The Park West project would affect much more than Bicentennial Park, and that is both its attraction and its danger. While it doesn't pretend to be a comprehensive plan for the northern edge of downtown, it comes close by suggesting numerous possibilities, unlike other stadium proposals. If properly executed, it could transform that part of the city into a thriving center of civic activity. If poorly executed, it could spell disaster.

Former Miami Mayor Maurice Ferré, responding to a mid-December plea from Miami-Dade Mayor Alex Penelas for help in identifying a suitable site for a stadium, contacted Wood and his partner Carlos Zapata, the vibrant young architect who once was based in Miami. Wood and Zapata were the creative forces behind the revival of Miami Beach's Lincoln Road and the design of the nearby Publix supermarket. Currently they are planning a new football stadium for the Chicago Bears that will connect with several of that city's lakefront cultural institutions, a $587 million undertaking. They also are developing a massive project in Shanghai, China. At Ferré's urging Jack Luft agreed to act as a local advisor.

Acclaimed architects like Wood and Zapata don't work for free (neither does Luft for that matter), so Ferré went begging for money to underwrite a low-cost preliminary design proposal Wood said would run about $40,000. Ferré hit up John Henry, Hank Sopher, the Knight Foundation, and New York businesswoman Avra Jain, who co-owns property near the future Performing Arts Center. They all agreed to chip in, though Ferré says he's actually collected only $5000 so far.

Luft recalls an early telephone conversation with Wood: "Ben called me and said, I've got a crazy idea. Do you think you can move the boulevard? I mean, is that an important road?' I said, Well, it is U.S. federal highway number one.' Ben said, Forget it.' I said, No. Don't forget it.'

"So Ben asked me: What the hell really is the issue here?' I said the issue is: Don't put something that big [like a stadium] between the boulevard and the bay. We did it with the American Airlines Arena, and lots of people had to swallow hard; a lot of people never quite got over putting a big box between the boulevard and the bay. And Ben said, If you don't want to put it between the boulevard and the bay, then move the boulevard.'

"You've got to have somebody who is so disconnected from practical reality that they can come up with these naive suggestions, someone off the wall," Luft observes with a laugh. "I told Maurice: We've got to be crazy. Three guys sitting here with no money and no authority thinking we can do something like this.'"

A design quickly began to take shape, made possible by the fact that New York tycoon Sopher owned virtually every parcel of land between Biscayne Boulevard and NE Second Avenue, from Sixth Street north to I-395. The basic idea was this: Use Sopher's northern properties as a site for the stadium. In exchange for giving up that land, Sopher would be allowed to consolidate his southern parcels by closing several east-west streets. He would also receive the slice of land left vacant when the boulevard moved eastward. That would give him five contiguous acres, plenty of room for a megadevelopment and by most accounts more valuable than all his smaller parcels combined. According to Wood, Ferré, and others, Sopher is enthusiastic about the proposal.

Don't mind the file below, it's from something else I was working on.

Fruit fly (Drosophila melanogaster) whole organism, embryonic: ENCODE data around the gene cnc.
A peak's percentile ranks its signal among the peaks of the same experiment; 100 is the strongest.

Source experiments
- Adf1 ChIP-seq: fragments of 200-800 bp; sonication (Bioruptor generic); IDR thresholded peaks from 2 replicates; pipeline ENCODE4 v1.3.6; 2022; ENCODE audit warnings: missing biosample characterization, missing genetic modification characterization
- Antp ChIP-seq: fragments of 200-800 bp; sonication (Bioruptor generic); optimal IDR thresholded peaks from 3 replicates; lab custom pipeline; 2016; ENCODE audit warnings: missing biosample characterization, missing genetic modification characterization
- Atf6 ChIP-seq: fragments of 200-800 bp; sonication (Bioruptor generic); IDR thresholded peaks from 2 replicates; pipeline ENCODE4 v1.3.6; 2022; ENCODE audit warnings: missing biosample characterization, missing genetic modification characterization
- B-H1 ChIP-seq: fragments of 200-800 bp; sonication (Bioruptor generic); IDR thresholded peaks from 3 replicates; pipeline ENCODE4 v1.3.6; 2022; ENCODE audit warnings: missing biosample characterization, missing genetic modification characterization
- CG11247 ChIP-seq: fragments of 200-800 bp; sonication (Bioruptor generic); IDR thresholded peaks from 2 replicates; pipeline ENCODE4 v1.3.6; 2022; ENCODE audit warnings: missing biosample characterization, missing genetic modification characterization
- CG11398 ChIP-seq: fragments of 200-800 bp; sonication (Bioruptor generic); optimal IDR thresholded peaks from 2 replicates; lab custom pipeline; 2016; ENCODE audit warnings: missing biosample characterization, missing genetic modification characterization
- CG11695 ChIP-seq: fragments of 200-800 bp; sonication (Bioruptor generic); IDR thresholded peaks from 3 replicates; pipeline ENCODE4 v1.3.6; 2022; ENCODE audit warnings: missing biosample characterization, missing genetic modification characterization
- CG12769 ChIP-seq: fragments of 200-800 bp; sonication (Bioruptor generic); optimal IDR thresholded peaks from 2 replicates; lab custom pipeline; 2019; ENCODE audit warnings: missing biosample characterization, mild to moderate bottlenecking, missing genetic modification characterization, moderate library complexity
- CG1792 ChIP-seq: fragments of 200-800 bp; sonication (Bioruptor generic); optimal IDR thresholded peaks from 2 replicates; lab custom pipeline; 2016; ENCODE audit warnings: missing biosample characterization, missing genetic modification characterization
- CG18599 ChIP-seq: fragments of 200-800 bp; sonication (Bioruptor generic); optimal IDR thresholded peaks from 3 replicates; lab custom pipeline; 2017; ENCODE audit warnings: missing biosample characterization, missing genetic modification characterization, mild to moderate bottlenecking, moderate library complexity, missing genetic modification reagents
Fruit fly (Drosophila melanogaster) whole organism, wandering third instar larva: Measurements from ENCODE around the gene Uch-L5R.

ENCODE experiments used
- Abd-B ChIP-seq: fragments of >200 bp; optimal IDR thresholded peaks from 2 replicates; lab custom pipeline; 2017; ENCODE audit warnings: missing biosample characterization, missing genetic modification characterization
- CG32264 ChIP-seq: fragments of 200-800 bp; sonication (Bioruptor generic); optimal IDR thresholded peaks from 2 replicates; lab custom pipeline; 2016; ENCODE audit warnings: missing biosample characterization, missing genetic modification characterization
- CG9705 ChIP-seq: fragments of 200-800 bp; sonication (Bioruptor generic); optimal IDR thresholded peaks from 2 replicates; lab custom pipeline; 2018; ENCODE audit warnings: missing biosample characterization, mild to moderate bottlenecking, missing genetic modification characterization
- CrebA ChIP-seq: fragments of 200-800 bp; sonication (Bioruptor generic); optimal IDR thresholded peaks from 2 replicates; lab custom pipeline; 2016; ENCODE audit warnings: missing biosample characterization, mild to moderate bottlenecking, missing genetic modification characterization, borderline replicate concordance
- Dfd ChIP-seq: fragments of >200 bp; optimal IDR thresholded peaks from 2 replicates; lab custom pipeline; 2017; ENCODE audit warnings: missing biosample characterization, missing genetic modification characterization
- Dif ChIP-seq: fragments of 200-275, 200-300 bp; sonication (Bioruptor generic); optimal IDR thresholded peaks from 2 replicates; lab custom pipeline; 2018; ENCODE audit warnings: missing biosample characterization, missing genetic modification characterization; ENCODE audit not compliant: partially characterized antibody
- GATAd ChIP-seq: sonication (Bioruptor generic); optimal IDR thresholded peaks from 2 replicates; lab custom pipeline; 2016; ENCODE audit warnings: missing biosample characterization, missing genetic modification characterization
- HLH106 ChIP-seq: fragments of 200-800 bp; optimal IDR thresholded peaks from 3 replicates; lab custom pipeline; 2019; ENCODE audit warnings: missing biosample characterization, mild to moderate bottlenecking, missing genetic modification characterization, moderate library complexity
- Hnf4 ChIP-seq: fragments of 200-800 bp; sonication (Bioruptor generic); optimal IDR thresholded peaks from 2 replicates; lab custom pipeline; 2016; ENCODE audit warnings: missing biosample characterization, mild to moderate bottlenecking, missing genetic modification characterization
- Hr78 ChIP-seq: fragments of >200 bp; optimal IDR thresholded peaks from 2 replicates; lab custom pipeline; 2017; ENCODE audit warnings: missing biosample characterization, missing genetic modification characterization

The stadium site created by this land swap amounted to ten acres, substantially less than the seventeen acres the Marlins have insisted they need for a stadium with a retractable roof. Wood was unfazed. His intense involvement in the effort to build a new stadium for the Chicago Bears has amounted to a five-year crash course in sports-facility design and construction. He was confident a stadium would fit within that area. As he noted in his report, the current generation of major-league ballparks occupy between 8.5 and 10.5 acres, excluding parking areas. The problem was John Henry's wish for a roof that, when retracted, left the entire stadium in the open. To accomplish that, much more land was necessary, and the resulting structure would rise as high as 290 feet. Wood's response: open-air fixed roofs covering most seating and a retractable roof covering only the playing field.

Using the new Safeco baseball stadium in Seattle as a template, Wood easily plopped it down inside the ten-acre site and had room left over for the superstructure required for a smaller retractable roof. As an added bonus, this design reduced the height by 100 feet.

With the stadium issue resolved, Wood, Zapata, and Luft moved on to other matters. Inspired by Ferré's admonition to think big and worry about political ramifications and financial details later, the design team followed their imaginations. To make up for parkland usurped by Biscayne Boulevard's eastward curve, they recommended filling in the large inlet along the park's southern boundary, as well as two manmade coves on the eastern edge. Net gain: slightly more than eight acres of land, fully restoring the loss to the boulevard. In addition the unsightly sewage-pumping station now inside Bicentennial Park that occupies slightly more than a half-acre, would end up west of the boulevard and outside the park. (Wood and crew say it's financially feasible to lower the elevation of the pumps so they virtually disappear from view.)